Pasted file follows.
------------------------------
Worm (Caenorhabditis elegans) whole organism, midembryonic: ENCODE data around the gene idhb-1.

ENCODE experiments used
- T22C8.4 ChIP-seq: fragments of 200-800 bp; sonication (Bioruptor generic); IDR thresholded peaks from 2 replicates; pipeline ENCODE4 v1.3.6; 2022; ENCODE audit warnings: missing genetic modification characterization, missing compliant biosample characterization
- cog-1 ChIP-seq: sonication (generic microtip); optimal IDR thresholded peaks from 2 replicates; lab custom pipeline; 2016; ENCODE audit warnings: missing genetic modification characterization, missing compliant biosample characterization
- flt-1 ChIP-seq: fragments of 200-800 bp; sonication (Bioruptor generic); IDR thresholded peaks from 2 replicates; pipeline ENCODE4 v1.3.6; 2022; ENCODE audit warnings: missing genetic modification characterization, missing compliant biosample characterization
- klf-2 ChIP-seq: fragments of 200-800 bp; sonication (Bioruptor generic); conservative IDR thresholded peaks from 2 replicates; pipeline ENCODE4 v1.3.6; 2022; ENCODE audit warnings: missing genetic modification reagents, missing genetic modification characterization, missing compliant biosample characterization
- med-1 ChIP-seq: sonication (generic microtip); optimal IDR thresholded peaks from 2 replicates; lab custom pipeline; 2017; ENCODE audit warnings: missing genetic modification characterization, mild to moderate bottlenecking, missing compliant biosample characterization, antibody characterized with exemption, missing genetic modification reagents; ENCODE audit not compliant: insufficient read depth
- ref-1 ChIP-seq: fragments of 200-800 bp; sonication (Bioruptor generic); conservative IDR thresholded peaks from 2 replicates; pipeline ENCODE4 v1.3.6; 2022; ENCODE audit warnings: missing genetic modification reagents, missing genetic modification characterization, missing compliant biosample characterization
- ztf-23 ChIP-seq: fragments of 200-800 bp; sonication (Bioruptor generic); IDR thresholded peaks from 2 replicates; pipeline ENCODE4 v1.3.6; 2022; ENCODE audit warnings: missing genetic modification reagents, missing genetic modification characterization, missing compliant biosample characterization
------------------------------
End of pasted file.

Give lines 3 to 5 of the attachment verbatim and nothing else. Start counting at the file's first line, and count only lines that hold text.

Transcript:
- T22C8.4 ChIP-seq: fragments of 200-800 bp; sonication (Bioruptor generic); IDR thresholded peaks from 2 replicates; pipeline ENCODE4 v1.3.6; 2022; ENCODE audit warnings: missing genetic modification characterization, missing compliant biosample characterization
- cog-1 ChIP-seq: sonication (generic microtip); optimal IDR thresholded peaks from 2 replicates; lab custom pipeline; 2016; ENCODE audit warnings: missing genetic modification characterization, missing compliant biosample characterization
- flt-1 ChIP-seq: fragments of 200-800 bp; sonication (Bioruptor generic); IDR thresholded peaks from 2 replicates; pipeline ENCODE4 v1.3.6; 2022; ENCODE audit warnings: missing genetic modification characterization, missing compliant biosample characterization